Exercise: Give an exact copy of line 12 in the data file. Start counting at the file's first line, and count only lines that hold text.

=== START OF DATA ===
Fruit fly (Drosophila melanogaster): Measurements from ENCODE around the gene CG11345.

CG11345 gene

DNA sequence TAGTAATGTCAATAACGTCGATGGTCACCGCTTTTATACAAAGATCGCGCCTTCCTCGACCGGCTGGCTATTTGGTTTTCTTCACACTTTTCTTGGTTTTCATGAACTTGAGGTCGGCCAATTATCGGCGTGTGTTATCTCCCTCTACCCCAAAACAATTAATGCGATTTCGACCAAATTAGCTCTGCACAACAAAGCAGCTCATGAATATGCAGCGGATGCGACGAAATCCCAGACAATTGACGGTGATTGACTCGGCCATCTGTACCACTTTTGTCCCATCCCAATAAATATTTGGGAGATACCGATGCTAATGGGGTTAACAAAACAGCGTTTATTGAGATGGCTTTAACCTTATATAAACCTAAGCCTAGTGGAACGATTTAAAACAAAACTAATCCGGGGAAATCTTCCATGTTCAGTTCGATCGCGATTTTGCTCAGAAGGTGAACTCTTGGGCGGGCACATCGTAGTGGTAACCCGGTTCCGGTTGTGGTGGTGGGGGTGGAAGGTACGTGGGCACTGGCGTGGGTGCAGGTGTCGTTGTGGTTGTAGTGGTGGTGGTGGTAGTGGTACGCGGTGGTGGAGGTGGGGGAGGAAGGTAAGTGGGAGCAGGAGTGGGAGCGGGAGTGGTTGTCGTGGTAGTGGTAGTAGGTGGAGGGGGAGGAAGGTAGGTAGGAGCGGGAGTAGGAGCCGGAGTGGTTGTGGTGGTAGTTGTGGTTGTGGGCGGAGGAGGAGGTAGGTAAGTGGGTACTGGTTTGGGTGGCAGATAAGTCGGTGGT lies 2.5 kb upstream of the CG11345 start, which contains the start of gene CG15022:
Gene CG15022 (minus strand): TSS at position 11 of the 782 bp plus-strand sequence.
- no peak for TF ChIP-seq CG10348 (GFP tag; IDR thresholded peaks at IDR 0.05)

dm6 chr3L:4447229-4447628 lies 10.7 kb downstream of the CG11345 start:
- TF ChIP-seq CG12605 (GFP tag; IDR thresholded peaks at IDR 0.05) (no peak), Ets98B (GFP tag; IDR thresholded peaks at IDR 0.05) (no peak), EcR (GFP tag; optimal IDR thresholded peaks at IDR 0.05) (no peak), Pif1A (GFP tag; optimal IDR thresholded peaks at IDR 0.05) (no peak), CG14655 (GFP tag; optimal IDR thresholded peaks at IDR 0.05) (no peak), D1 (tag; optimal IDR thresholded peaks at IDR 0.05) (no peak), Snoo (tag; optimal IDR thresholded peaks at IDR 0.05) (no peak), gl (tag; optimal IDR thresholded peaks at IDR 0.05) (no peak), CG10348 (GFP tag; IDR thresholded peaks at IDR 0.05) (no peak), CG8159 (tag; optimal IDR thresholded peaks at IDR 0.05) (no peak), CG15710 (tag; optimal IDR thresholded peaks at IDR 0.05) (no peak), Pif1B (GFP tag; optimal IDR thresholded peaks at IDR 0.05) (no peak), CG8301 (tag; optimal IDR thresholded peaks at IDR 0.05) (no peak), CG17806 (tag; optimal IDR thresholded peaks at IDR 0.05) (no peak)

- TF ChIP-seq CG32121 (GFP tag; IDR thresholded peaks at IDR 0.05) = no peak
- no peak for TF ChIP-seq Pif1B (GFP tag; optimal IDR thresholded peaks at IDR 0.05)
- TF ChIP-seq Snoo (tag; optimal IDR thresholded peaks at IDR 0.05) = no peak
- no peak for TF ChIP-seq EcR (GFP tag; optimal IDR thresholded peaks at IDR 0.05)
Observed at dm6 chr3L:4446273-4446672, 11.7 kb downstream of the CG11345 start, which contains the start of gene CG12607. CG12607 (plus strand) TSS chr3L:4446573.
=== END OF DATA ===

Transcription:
Observed at dm6 chr3L:4446273-4446672, 11.7 kb downstream of the CG11345 start, which contains the start of gene CG12607. CG12607 (plus strand) TSS chr3L:4446573.